The WINE project is going on 15 years in existence, and two years ago, it finally went into beta. Through the beta stage, there has been a consistent release about every two weeks, which often brings a fair number of improvements to this software for running Windows programs on Linux (and other operating systems). Sparked by curiosity as to how the performance of WINE is affected release by release, we have gone through and benchmarked the past seven releases. While this only represents the past four months of work by the WINE community, the results may surprise you.
For this article we had went back and built from source the past seven WINE releases to date -- WINE 0.9.44, 0.9.45, 0.9.46, 0.9.47, 0.9.48 0.9.49, and 0.9.50. We were unable to go back any further due to graphics issues with the two benchmarks being used, Futuremark's 3DMark 2001 SE and 3DMark 2003. During this testing we had kept the same WINE configuration between releases and the same 3DMark settings. The test system used was an AMD Athlon 64 X2 4200+ AM2 processor, 2GB of DDR2-800 memory, and Abit NF-M2 nView motherboard. Ubuntu 7.10 (32-bit) was loaded on the system with the NVIDIA 169.04 beta driver.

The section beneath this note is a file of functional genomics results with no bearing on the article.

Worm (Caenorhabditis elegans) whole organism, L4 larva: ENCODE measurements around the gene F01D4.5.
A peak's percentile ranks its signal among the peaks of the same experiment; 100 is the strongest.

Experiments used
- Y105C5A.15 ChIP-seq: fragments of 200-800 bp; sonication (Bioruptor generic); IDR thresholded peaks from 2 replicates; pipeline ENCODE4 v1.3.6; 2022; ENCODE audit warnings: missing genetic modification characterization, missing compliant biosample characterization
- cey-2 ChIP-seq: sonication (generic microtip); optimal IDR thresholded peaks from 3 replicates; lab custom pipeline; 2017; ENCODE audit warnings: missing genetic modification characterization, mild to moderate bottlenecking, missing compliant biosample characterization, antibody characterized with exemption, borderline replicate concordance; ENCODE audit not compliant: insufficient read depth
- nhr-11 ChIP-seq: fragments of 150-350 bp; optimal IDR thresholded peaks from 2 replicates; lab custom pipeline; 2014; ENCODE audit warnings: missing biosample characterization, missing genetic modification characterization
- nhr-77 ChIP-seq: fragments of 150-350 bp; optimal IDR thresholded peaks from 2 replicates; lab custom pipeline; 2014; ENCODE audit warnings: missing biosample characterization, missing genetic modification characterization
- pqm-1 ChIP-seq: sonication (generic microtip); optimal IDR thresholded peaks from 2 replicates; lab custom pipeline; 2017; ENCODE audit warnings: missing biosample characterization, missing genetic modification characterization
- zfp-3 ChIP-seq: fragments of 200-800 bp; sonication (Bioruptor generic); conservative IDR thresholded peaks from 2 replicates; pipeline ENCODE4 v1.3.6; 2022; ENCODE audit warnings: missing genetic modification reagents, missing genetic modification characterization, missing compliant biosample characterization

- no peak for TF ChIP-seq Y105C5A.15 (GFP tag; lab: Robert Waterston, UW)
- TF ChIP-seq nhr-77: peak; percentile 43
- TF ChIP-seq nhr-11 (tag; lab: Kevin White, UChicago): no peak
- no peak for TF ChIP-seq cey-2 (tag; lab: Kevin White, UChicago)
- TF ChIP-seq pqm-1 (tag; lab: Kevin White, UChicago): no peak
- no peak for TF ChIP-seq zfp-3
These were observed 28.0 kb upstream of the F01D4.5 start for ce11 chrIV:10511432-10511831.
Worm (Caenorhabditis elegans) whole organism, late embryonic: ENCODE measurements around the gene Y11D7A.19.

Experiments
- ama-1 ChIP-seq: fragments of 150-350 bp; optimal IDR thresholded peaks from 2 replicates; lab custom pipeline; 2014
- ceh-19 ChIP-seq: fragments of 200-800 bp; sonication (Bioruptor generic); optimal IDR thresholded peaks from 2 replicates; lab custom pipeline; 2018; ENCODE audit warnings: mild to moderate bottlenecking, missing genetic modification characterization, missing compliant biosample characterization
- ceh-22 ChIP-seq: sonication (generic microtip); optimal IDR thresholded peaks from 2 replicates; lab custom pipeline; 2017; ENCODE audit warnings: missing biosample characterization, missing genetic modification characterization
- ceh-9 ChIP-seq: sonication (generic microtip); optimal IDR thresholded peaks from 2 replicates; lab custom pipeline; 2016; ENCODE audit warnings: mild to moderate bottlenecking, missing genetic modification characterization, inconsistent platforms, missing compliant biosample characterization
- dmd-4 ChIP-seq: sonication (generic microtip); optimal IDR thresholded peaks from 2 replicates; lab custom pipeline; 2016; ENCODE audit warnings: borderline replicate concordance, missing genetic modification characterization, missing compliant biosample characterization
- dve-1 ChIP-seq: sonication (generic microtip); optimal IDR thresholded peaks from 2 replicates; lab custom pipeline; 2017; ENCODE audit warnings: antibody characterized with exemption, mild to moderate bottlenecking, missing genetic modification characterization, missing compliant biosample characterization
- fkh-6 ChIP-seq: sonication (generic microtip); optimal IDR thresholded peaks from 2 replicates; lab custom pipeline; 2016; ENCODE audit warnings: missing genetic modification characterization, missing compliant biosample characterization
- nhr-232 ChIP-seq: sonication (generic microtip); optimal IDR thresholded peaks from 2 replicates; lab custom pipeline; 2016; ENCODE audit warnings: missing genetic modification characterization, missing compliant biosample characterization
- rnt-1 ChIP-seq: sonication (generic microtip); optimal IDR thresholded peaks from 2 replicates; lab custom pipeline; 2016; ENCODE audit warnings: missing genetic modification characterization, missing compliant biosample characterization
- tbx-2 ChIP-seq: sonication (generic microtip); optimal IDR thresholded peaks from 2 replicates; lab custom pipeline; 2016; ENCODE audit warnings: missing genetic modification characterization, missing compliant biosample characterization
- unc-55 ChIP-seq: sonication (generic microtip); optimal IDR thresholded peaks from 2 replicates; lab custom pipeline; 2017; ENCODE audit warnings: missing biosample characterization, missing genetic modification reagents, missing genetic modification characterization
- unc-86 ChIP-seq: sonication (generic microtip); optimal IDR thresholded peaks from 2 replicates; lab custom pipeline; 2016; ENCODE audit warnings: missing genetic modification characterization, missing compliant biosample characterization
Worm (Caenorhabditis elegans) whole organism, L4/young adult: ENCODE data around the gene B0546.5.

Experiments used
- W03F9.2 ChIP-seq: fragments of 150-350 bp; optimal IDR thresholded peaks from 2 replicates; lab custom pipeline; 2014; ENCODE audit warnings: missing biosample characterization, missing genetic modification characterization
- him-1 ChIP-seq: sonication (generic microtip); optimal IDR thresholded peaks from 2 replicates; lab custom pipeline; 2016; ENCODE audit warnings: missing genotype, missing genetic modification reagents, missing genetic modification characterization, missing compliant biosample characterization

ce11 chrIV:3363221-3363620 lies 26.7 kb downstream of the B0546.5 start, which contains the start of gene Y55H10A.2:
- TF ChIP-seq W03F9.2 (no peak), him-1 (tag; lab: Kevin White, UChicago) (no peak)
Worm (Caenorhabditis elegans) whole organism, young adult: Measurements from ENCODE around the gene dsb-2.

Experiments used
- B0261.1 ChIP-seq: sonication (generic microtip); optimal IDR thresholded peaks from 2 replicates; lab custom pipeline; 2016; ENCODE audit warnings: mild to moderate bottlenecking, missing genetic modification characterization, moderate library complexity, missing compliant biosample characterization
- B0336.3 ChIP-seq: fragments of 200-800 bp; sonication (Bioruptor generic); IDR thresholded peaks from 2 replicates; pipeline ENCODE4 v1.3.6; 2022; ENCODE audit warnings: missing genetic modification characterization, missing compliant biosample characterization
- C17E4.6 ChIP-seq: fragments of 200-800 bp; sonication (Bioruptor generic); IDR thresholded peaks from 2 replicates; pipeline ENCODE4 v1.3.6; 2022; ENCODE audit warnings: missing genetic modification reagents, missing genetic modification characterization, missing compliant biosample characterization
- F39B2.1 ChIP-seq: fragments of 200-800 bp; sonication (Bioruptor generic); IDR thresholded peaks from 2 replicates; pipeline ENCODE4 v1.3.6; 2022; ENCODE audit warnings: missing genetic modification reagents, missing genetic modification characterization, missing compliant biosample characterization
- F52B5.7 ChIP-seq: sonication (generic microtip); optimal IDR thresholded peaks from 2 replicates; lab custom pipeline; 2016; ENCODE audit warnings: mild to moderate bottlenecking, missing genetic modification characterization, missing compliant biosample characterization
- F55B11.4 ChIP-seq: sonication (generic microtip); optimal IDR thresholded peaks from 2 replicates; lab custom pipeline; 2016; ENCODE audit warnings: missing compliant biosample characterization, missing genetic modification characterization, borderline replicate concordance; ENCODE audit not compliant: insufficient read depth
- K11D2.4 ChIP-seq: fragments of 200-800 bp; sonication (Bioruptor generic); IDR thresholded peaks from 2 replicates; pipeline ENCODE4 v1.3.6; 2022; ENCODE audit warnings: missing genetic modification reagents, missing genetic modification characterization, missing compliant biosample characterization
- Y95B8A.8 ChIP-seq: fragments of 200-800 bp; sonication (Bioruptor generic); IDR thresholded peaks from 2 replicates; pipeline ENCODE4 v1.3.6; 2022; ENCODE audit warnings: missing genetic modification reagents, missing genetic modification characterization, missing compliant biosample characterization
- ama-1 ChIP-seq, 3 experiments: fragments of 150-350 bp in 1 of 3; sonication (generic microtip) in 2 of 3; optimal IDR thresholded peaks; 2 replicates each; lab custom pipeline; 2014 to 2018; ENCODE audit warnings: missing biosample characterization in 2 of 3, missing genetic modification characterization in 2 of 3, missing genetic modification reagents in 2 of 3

To recap some of the major highlights between 0.9.44 and 0.9.50, WINE 0.9.44 had (among other changes) introduced automatic detection of time-zone parameters, better signatures support in crypt32, and more gdiplus functions. Of interest in WINE 0.9.45 were improvements to crypto DLLs and Direct3D and fixes for the sound support. Two weeks later, WINE 0.9.46 had more complete support for device installation in setupapi, Direct3D improvements, and the start of I/O completion ports support.
Coming down the pipeline in WINE 0.9.47 was a new scheme for OpenGL support in child windows and fixes for regression test failures. Meanwhile, enhancing the experience in WINE 0.9.48 was a more complete cryptnet implementation and WIDL being able to generate oleaut32 proxy code. Copy protection fixes, GLSL being the default for Direct3D, memory error fixes, and the start of an inetcomm DLL implementation had marked the release of WINE 0.9.49. While WINE 0.9.50 was a week late because of Thanksgiving here in the US, it marked I/O completion now being complete, improved user credentials management, and more memory fixes thanks to Valgrind. These WINE releases, of course, also contained a number of bug fixes each time around.
The benchmarks in this article simply focus on the graphics performance within 3DMark 2001 SE and 3DMark 2003, but in the future we will be publishing a similar article looking at the WINE for overall system performance. If there are specific tests you would like to see in this future Phoronix article, be sure to let us know in the Phoronix Forums.